On 16 September, Pfizer registered a Phase IIb trial to assess the safety and efficacy of PF-06480605 in adult participants with moderate to severe ulcerative colitis (UC). 

Pfizer currently markets three products for inflammatory bowel disease (IBD). Two of the products are biosimilars of Janssen’s Remicade (infliximab), Inflectra and Ixifi, and one is a Janus kinase (JAK) inhibitor, Xeljanz. Currently, Pfizer’s ability to leverage its position in the UC market relies on Xeljanz’s performance as well as its ability to grow revenues for Inflectra in the US. With the introduction of PF-06480605, which will be a first-in-class drug for the treatment of UC, Pfizer could increase its sales in the UC market and become one of the main players in this disease space. 

PF-06480605 is an antibody that blocks tumour necrosis factor (TNF), such as cytokine 1A (TL1A)/TNF superfamily member 15 (TNFSF15). TL1A helps to induce pro-inflammatory cytokines including TNF alpha cells from CD4 + CD161 + T cells, whereas these cells are resistant to TNF alpha. In a Phase IIa, multicenter, single-arm, open-label trial, Pfizer evaluated the efficacy, safety, and tolerability of PF-06480605 in patients with moderate to severe UC. The primary endpoint was the number of patients with treatment-emergent adverse events (TEAEs), with serious adverse events (SAEs), and who withdrew due to adverse events (AEs). Out of 50 patients, 16% of patients suffered from TEAEs and 2% of patients withdrew due to AEs.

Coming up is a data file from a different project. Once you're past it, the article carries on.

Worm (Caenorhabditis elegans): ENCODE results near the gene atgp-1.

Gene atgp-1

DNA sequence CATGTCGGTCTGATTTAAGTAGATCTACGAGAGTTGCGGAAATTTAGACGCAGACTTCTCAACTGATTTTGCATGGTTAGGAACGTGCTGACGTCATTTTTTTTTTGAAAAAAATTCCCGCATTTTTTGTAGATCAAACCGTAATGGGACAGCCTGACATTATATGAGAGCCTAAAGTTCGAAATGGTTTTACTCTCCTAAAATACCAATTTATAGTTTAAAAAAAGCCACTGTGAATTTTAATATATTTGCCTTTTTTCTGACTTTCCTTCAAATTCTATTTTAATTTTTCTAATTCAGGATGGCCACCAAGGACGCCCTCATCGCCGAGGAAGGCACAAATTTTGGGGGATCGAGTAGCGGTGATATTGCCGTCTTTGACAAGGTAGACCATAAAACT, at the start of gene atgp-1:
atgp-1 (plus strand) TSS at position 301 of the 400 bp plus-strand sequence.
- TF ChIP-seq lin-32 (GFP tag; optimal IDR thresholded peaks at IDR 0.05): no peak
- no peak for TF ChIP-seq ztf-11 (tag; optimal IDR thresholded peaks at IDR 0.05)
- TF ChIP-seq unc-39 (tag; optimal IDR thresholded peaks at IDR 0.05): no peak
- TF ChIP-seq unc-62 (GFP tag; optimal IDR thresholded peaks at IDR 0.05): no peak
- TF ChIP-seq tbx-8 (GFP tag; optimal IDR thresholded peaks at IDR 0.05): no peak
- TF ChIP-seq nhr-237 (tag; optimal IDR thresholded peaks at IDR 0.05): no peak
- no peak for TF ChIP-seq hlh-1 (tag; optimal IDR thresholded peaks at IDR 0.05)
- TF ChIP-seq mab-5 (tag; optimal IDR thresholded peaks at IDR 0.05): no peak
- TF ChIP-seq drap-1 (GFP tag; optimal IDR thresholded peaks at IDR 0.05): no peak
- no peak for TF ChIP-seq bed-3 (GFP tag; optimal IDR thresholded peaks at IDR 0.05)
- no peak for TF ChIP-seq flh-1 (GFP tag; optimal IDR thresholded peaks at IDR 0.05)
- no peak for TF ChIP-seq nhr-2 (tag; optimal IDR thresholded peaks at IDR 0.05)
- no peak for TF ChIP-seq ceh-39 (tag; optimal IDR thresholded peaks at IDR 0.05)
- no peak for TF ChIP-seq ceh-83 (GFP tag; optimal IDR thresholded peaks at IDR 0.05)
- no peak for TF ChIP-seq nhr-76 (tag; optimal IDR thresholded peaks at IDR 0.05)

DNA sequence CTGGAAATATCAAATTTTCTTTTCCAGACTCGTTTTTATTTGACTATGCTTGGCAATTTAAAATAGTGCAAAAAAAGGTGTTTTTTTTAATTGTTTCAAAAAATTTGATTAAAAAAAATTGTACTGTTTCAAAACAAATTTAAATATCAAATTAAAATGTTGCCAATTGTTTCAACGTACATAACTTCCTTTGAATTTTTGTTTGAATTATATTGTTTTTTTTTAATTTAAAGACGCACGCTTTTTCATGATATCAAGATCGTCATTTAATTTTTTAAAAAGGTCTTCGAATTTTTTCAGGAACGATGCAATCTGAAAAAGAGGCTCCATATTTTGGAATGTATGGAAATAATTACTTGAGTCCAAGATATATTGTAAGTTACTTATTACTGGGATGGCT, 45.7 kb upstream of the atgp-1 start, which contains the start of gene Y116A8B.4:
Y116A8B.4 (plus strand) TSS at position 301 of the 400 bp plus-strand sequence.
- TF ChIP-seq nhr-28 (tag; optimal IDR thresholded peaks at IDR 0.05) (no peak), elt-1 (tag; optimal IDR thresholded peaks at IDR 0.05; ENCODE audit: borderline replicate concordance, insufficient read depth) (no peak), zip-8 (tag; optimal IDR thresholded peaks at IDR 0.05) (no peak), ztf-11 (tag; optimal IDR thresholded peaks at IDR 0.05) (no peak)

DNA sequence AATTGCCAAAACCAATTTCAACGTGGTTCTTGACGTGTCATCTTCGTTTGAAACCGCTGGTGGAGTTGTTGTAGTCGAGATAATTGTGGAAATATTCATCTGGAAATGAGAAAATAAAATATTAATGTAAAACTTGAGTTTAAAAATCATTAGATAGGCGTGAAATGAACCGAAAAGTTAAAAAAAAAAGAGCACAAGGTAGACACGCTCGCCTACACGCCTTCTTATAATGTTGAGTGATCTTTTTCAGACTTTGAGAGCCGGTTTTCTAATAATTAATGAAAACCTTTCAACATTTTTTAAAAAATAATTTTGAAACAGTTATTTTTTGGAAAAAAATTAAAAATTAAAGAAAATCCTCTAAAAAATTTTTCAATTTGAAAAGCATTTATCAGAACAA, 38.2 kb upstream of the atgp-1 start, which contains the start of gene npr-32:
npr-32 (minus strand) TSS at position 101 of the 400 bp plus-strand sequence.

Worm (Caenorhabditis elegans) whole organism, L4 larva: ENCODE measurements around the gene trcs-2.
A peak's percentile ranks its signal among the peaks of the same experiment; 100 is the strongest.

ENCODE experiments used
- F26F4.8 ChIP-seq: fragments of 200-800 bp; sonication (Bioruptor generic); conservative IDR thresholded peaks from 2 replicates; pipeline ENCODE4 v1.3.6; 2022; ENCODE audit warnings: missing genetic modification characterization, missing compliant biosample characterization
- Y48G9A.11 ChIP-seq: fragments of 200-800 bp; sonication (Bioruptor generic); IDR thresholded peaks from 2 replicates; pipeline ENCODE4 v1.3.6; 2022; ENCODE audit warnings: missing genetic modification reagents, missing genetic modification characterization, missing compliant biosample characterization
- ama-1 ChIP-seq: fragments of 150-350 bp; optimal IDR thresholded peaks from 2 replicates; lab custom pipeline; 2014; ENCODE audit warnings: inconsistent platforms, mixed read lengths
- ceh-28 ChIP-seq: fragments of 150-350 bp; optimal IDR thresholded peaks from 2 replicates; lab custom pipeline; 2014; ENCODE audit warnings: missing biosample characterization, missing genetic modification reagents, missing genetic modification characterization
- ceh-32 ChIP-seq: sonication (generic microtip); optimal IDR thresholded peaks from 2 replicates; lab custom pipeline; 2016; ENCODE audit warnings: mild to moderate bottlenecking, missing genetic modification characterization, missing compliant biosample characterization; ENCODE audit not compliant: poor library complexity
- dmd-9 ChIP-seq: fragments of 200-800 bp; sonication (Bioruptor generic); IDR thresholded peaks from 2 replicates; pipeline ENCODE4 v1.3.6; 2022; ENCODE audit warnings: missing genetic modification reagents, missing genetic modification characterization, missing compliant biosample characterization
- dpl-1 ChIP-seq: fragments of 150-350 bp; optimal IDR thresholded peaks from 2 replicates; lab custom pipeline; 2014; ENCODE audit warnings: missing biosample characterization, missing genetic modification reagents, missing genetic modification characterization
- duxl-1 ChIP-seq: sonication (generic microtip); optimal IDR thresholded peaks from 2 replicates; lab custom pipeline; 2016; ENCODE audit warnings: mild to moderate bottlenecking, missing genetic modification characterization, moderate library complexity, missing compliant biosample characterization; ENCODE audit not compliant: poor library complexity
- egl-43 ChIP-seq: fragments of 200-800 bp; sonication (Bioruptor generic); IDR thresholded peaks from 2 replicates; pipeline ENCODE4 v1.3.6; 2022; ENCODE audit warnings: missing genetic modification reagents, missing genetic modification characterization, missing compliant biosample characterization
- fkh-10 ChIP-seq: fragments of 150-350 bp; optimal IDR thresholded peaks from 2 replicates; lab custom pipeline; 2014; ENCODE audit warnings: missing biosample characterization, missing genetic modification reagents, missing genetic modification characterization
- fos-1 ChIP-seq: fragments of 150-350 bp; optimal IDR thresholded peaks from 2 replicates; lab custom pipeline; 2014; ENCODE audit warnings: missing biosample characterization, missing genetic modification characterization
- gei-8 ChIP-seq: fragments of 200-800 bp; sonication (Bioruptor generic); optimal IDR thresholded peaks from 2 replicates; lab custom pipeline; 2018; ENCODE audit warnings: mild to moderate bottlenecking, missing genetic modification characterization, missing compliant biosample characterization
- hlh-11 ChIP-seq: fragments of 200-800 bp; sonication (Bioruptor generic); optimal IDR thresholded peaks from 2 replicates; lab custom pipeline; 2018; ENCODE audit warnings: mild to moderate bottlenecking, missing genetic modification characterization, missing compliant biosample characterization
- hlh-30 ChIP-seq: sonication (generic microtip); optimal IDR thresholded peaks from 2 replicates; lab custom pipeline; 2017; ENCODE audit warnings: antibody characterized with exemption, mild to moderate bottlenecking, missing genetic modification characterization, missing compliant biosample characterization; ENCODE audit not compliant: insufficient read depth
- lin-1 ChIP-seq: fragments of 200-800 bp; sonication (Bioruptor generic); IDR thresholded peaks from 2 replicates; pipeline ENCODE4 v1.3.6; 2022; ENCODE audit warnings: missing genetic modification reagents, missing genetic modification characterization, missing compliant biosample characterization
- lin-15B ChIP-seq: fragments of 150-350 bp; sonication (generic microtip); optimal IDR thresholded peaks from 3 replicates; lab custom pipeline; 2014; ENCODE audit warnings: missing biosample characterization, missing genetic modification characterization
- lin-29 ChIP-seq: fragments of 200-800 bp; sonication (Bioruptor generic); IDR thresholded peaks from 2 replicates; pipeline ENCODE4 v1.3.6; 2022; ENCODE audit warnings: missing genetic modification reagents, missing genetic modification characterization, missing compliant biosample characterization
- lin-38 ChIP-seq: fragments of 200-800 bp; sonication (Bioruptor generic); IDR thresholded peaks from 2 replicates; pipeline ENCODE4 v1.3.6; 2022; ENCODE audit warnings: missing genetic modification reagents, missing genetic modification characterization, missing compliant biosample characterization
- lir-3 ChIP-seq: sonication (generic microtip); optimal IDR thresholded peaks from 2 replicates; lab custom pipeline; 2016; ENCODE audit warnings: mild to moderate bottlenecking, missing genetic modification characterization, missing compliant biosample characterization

Insights from key opinion leaders interviewed by GlobalData and clinical studies suggest that anti-TNF-α drug therapy failure is a significant issue affecting 25–30% of patients and creating a substantial unmet need. Pipeline drugs that are in late-stage development have yet to demonstrate sufficiently impressive safety and efficacy data to convince physicians to prescribe them. More data is needed to determine whether PF-06480605 will show an appropriate safety and efficacy profile. However, if this molecule possesses a good efficacy profile similar to other TNF inhibitors while having minimal safety issues, it could threaten the patient share of gold standard drugs in UC, such as Remicade and Abbvie’s Humira (adalimumab). Pfizer has begun to plan a multicenter, randomized, double-blind, dose-ranging, Phase IIb study to evaluate the efficacy, safety, and pharmacokinetics of PF-06480605 in 240 participants. The primary endpoint will assess the proportion of patients achieving clinical remission at Week 14, as defined by a total Mayo score (Disease Activity Index for UC assesses the severity of current UC) of less than 2 with no individual subscore greater than 1.

However, Pfizer has only planned to collect data from 240 patients, which is a small sample size compared to other drugs that are at a similar stage. More participants are required for an appropriate statistical analysis in order to file for approval. Furthermore, PF-06480605 will be tested in patients who have failed or been intolerant to conventional therapies, such as anti-TNF, anti- intergrins, anti-IL-12/IL-23, or JAK inhibitors. In a market that is very overcrowded with treatments, PF-06480605 will prove its versatility by testing in patients who have already used many therapies. If it proves its efficacy, it could be used as a first-line biologic. Pfizer is forecast to generate a total of $455.2m in the market from Xeljanz alone in 2026. With the potential of PF-06480605 competing heavily with other biologics, Pfizer could become a dominant player in the UC market.